Prisoners of the Past?

The debate about Brett Kavanaugh’s fitness for appointment to the U.S.A. Supreme Court has raised questions of wider application, i.e. this post is not about Mr Kavanaugh or his fitness or otherwise for the office for which he is under consideration, it is about how far ‘the child is father of the man.’ In other words, how far back do we go in anyone’s past to assure ourselves of their fitness for office now, and what are the crimes/sins/offences that we judge to be inadmissible?

For example, Pope Emeritus Benedict XVI received a lot of criticism in some quarters because at the age of sixteen he belonged to a Nazi youth organisation. Anyone with even a cursory knowledge of history would know that it would have been very difficult for him not to belong, and nothing in his subsequent life suggests that he subscribed to Nazi ideology, yet that has not stopped the criticisms. I daresay most of us can look back on the things we said or did when we were teenagers and shudder, without taking into account the political or economic circumstances of the day. But what about when we are older, when we are in our twenties, say? It begins to be less easy to dismiss criticisms of our beliefs or behaviour, and of course, the media have their favourite forms of wrongdoing to castigate. The politicians who smoked pot in their youth, the philanderers, the British Nationalist/Communist Party activists, those who joined weird and whacky cults, we have our suspicions of them all, and the media delight in feeding our suspicions.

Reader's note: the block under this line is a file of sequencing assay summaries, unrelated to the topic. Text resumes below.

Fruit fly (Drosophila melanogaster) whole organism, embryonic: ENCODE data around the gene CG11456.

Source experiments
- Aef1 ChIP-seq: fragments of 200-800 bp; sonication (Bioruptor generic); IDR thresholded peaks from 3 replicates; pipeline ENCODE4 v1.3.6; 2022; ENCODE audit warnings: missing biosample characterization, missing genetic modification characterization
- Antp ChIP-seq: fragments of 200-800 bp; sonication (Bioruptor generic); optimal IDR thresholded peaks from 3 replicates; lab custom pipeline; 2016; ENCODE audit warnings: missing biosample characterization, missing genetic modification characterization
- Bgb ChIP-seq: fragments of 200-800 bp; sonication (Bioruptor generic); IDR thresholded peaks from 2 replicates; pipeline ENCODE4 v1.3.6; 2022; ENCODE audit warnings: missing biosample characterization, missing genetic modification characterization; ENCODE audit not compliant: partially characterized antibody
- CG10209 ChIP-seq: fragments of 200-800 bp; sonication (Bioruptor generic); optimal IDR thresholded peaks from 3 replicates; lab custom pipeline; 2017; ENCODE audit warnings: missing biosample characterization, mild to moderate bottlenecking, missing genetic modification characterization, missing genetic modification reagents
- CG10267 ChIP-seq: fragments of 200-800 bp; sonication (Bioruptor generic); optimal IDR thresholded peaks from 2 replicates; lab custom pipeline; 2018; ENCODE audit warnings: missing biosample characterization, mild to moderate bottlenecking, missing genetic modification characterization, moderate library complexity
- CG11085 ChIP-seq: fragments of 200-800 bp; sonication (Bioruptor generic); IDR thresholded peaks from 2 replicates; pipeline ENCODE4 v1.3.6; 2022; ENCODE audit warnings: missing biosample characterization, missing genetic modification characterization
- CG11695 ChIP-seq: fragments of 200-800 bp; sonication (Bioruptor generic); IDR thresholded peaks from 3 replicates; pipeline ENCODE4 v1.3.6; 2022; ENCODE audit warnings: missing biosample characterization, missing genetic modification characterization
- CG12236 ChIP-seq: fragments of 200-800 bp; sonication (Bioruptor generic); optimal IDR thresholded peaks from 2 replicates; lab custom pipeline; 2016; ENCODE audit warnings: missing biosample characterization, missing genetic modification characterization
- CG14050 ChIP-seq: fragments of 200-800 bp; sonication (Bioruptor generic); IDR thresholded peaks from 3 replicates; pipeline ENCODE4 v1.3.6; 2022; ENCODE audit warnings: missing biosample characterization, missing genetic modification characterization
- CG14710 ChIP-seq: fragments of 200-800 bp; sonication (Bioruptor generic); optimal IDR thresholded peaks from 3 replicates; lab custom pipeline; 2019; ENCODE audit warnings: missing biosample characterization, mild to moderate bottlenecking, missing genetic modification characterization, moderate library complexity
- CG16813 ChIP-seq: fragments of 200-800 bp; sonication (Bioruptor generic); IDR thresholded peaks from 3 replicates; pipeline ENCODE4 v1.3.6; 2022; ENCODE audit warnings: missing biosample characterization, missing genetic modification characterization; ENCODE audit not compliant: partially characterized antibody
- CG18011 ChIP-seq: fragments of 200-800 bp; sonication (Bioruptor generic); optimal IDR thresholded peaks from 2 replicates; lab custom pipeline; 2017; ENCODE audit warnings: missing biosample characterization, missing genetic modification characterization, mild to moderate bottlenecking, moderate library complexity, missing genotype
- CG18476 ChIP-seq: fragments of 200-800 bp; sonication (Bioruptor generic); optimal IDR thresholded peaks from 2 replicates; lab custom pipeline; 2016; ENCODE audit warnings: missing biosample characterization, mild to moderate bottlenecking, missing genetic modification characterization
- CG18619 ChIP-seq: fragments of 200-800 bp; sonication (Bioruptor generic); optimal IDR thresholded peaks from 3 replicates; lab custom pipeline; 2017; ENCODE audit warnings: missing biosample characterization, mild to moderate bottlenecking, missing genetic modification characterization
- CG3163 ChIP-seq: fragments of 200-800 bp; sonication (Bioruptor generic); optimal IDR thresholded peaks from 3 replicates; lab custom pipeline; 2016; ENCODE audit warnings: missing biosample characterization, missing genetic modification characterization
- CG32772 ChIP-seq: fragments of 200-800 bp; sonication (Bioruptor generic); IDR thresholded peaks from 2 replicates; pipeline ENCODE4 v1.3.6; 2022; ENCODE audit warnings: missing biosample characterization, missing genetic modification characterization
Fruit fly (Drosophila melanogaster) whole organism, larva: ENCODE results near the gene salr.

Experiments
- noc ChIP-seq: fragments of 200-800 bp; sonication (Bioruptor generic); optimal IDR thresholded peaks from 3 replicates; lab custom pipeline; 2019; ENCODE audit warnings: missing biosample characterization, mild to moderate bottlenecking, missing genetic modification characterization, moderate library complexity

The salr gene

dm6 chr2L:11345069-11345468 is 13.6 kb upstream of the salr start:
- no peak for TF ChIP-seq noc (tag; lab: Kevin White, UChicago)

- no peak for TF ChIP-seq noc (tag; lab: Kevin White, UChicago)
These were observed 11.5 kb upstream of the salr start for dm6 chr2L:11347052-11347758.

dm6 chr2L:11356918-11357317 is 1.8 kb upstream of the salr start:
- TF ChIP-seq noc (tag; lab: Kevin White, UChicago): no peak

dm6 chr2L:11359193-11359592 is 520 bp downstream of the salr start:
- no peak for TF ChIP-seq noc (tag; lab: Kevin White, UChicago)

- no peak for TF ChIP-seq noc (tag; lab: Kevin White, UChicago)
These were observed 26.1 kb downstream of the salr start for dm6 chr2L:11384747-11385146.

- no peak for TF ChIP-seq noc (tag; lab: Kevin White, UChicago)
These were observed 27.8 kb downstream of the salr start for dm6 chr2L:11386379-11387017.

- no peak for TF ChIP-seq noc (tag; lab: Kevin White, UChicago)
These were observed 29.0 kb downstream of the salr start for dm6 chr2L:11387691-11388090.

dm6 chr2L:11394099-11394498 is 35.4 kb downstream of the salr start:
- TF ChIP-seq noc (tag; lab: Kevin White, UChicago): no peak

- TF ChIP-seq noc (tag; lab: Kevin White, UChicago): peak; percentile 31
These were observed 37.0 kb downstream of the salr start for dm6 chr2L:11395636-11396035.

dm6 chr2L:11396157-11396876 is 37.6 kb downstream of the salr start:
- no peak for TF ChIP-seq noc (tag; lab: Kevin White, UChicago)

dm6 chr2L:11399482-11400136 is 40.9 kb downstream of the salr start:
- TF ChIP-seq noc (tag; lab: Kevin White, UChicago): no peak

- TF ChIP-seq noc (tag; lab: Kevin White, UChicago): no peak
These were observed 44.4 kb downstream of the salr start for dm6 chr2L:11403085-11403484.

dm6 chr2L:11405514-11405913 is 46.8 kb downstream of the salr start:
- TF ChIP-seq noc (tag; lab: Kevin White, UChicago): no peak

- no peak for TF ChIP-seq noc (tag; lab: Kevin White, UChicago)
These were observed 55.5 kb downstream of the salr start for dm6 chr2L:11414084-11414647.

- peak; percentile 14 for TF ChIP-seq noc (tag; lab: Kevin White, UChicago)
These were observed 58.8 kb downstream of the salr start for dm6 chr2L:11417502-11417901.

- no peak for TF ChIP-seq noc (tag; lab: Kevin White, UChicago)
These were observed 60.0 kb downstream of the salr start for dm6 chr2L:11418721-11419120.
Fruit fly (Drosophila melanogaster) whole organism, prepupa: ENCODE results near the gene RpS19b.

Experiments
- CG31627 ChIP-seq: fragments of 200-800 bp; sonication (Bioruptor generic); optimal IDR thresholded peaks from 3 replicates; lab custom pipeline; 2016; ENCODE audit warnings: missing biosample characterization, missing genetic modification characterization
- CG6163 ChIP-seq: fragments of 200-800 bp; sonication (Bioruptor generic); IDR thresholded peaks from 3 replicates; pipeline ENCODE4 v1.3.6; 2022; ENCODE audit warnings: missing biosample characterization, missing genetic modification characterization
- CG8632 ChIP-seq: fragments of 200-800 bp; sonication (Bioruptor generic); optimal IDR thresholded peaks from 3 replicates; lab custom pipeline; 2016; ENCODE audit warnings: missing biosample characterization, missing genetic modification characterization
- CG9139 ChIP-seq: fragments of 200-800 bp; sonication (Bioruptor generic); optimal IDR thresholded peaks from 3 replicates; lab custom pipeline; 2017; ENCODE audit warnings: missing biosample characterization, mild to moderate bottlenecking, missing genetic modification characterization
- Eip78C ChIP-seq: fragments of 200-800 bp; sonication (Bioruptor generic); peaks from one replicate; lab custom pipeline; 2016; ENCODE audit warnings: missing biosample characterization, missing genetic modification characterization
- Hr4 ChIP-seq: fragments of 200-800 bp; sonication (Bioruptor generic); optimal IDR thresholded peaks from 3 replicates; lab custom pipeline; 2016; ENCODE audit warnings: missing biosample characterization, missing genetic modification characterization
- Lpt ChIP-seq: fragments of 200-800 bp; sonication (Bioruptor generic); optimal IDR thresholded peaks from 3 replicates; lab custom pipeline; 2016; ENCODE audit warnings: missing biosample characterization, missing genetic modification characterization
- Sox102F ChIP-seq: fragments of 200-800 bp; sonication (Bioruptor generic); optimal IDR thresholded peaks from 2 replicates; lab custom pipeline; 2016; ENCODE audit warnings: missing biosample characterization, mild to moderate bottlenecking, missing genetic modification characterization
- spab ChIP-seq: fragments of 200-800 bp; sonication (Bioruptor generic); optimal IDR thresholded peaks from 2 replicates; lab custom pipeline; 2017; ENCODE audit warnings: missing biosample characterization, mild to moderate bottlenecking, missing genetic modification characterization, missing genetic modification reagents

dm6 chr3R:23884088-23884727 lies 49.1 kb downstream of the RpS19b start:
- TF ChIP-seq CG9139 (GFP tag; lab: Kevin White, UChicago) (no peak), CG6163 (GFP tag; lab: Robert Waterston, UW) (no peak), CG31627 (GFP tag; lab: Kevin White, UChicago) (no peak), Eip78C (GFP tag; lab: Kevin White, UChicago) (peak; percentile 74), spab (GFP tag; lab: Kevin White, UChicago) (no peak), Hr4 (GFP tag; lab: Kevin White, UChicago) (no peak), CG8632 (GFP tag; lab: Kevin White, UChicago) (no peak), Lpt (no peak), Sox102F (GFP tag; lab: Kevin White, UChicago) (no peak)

Christians believe in the possibility of conversion and the reality of forgiveness, but that does not stop us being hard-headed about the risks associated with certain kinds of behaviour. Someone who takes drugs, for example, or regularly drinks him- or her-self into a stupour is not the person most of us would want to have a finger on the nuclear button. Nor would we want someone with a sense of sexual entitlement to have the power to force himself on another. The trouble is, we have to weigh up what we know of the person we see now with what is disclosed about his/her past and exercise some very delicate judgement.

One of the good things to have come out of the #MeToo movement is the increased openness with which people are acknowledging abuse suffered in the past. One of the not so good things has been a noticeable tendency to vilify those coming forward with their stories. There is a parallel with what is happening in the Catholic Church. The sheer awfulness of the suffering endured by so many is finally being admitted yet, at the same time, there has been a kind of counter-movement by some to minimize the suffering inflicted or apportion blame in such a way that ‘it touches us not. Our withers are unwrung.’ It leaves the rest of us wondering where truth and justice lie.